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CHECHNYA LINKS LIBRARY

October 26th 2000 · Human Rights Watch · PRINTER FRIENDLY FORMAT · E-MAIL THIS · ALSO AVAILABLE IN: RUSSIAN 

"Welcome to Hell" - Arbitrary Detention, Torture, and Extortion in Chechnya

CHECHEN DETAINEES FACE "HELL" FROM RUSSIAN CAPTORS

Europe Must Press Russia Harder on Abuses

(Brussels, October 26, 2000) -- On the eve of the October 29 E.U.-Russia summit, Human Rights Watch today released a report detailing the cycle of torture and extortion faced by thousands of Chechens whom Russian forces have detained in Chechnya. The rights group called on European states to file a case against Russia in the European Court of Human Rights, for these and other abuses during the war in Chechnya.

The 99-page report, entitled "Welcome to Hell" , describes how Russian troops have detained thousands of Chechens on suspicion of collaboration with rebel fighters. Many of them were detained arbitrarily, with no evidence of wrongdoing. Guards at detention centers systematically beat Chechen detainees, some of whom have also been raped or subjected to other forms of torture. Most were released only after their families managed to pay large bribes to Russian officials. Russian authorities have launched no credible and transparent effort to investigate these abuses and bring the perpetrators to justice.

"Welcome to hell" is how guards at the Chernokozovo detention facility would greet detainees, before forcing them to undergo a hail of blows by baton-wielding guards.

"These are not just abuses of the past," said Rachel Denber, Acting Director of the Europe and Central Asia division of Human Rights Watch. "Even today, any Chechen civilian is at risk of arbitrary detention and severe physical abuse at the hands of Russian troops."

Chechens who do not have proper identity papers, who share a surname with a Chechen commander, who are thought to have relatives who are fighters, or who simply "look" like fighters, continue to be detained and abused on a daily basis in their communities or at Chechnya's hundreds of checkpoints. Many "disappear" for months as Russian officials keep them in incommunicado detention. Some are eventually released when relatives pay a bribe. Others never come back.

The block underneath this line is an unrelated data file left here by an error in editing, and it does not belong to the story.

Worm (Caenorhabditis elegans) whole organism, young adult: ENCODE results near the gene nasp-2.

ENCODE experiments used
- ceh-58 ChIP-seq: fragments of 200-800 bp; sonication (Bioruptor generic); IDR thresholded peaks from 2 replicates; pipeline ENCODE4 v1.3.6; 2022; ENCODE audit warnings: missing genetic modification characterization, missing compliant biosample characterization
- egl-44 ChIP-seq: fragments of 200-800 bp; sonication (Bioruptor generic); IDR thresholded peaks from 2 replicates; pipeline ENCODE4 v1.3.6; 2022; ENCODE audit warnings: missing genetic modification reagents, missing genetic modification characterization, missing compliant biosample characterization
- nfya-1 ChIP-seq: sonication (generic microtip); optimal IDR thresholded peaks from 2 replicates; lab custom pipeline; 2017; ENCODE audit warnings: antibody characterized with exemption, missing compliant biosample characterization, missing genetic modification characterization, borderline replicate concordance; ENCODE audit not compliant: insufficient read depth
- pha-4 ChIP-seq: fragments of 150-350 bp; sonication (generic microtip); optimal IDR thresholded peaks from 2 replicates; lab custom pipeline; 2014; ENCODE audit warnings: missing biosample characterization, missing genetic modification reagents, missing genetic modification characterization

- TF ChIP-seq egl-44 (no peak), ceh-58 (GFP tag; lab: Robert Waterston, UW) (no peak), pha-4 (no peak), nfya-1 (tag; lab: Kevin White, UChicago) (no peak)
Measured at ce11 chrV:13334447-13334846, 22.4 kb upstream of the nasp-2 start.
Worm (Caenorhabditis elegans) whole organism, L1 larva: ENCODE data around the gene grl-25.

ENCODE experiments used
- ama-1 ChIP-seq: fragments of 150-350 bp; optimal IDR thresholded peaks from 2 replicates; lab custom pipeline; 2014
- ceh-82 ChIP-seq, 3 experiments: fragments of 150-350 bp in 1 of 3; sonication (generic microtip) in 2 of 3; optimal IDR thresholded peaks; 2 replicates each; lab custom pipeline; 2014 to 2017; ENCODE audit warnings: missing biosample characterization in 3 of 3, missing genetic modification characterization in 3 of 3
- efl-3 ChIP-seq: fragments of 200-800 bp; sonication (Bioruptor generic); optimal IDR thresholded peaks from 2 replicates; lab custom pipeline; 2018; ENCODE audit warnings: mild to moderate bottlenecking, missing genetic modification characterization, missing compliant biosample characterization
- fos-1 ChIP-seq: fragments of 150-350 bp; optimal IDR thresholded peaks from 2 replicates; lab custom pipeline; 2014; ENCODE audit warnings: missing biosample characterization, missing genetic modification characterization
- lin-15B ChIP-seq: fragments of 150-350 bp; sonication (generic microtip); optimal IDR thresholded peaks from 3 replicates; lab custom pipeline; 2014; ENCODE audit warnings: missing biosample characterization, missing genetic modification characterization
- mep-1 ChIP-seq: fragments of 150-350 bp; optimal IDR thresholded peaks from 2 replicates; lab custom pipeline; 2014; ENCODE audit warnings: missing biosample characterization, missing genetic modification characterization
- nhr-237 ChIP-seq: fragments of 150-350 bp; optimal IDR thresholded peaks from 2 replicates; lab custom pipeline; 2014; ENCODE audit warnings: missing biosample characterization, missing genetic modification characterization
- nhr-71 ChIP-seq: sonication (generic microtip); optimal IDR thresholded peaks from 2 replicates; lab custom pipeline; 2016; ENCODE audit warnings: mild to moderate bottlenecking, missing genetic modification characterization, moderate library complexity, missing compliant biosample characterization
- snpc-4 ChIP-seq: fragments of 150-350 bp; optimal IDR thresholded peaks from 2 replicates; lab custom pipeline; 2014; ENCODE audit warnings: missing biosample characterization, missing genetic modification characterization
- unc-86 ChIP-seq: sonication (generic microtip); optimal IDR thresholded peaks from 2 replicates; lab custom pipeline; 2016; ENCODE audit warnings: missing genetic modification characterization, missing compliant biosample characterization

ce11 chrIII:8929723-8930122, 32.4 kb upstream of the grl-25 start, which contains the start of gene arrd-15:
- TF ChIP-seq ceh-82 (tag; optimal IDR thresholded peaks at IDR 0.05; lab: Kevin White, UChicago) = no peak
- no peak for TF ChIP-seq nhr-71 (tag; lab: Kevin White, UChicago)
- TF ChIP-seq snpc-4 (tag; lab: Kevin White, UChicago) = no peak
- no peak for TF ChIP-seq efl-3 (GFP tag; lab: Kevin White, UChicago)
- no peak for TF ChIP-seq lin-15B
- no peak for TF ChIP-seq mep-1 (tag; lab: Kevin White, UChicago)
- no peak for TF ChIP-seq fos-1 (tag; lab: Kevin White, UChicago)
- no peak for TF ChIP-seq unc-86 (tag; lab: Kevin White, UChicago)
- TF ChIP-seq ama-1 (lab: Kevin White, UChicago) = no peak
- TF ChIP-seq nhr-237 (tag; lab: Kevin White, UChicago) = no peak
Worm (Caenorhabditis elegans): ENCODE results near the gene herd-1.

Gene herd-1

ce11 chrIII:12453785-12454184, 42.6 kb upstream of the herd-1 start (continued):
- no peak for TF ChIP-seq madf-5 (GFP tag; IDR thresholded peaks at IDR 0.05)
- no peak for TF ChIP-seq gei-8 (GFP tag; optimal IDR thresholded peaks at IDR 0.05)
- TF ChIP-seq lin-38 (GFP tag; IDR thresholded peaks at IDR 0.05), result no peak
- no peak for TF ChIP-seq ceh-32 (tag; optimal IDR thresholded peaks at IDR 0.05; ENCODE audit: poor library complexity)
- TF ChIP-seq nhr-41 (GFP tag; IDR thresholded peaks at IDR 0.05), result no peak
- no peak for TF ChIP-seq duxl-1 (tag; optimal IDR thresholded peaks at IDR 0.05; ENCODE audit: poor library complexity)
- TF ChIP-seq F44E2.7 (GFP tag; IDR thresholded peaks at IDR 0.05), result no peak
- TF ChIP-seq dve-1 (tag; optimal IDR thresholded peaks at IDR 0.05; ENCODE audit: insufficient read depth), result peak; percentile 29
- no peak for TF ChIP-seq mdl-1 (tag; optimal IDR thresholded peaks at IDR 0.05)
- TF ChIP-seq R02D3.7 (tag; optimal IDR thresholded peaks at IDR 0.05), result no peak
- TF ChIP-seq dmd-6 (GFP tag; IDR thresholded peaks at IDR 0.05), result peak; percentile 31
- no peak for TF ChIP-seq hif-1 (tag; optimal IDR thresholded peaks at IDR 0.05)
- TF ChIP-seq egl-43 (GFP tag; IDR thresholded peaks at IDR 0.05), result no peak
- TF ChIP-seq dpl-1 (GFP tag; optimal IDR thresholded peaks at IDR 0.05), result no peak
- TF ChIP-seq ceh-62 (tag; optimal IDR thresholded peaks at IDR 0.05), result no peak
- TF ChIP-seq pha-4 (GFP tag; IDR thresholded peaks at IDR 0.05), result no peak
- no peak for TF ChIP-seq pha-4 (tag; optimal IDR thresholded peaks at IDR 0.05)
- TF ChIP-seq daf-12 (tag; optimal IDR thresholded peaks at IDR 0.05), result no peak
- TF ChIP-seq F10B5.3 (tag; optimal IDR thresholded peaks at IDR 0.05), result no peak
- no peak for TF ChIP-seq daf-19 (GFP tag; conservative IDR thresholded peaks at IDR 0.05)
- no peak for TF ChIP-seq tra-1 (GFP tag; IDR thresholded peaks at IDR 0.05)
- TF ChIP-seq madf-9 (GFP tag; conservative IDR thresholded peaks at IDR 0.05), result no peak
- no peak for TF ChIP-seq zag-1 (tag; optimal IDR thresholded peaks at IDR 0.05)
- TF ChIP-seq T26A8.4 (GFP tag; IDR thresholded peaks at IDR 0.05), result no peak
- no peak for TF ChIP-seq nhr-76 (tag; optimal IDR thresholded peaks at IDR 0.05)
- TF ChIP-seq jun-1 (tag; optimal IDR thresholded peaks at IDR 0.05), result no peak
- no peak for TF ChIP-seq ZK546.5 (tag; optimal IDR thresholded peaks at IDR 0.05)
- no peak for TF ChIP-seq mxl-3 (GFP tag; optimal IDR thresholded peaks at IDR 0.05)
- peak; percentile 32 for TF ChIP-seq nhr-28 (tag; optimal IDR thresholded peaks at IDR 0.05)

Fear of detention has prevented tens of thousands of internally displaced persons from returning to their homes in Chechnya. It has also confined those who have remained inside Chechnya, particularly young men, to their homes or communities.

The E.U. has sharply criticized Russia's actions in Chechnya. It sponsored a resolution at the United Commission on Human Rights urging Russia to launch a national commission of inquiry that would establish accountability for abuse. Six months after the resolution's adoption, the Russian government has failed to launch a credible investigation into human rights abuse in Chechnya, including torture at detention centers. So far, the E.U. has taken no steps to press Russia to form the commission.

"The E.U. has given Russia more than enough time to launch a credible investigation into abuses in Chechnya," Denber said. "If the E.U. wants to retain its credibility on human rights issues, it should act now."

The report closely scrutinizes abuse at the Chernokozovo detention facility, which became infamous for torture in early 2000, and then underwent a massive clean-up after an outcry by the media and international community. The report also documents abuse in facilities at Piatigorsk, Stavropol, Urus-Martan, the Mozdok and Khankala military bases, and others.

At several detention centers, baton-wielding guards formed a human gauntlet and forced incoming detainees to run through. At least one man, Aindi Kovtorashvili, died as a result of gauntlet-style beatings.

Human Rights Watch researchers also gathered testimony from several former detainees about rape and sexual assault of both men and women. A number of former detainees also gave detailed accounts of the injuries they sustained to their ribs, liver, kidneys, testicles, and feet from prolonged beatings.

Most former detainees interviewed for the report were released only after their families had paid substantial bribes-ranging from U.S.$75 to $5,000-to their Russian captors or predatory intermediaries. Such bribes were demanded so often that in many cases, detention itself appeared to have been motivated by the promise of financial gain, rather than by the need to identify rebel elements.

In February 2000, delegations of the European Committee for the Prevention of Torture visited detention centers in Chechnya. Following its visits, the Committee explicitly requested Russian authorities to investigate allegations of abuse at Chernokozovo and other facilities.

It is unclear, though, whether the Russian government has done so. Human Rights Watch called on the Russian government to provide details regarding any such investigations. Human Rights Watch also called on the Russian government to make public the Committee's reports on its February and April 2000 trips to Chechnya; under Committee rules of confidentiality, only the government under investigation can make reports public.

The report can be found at http://www.hrw.org/reports/2000/russia_chechnya4/.

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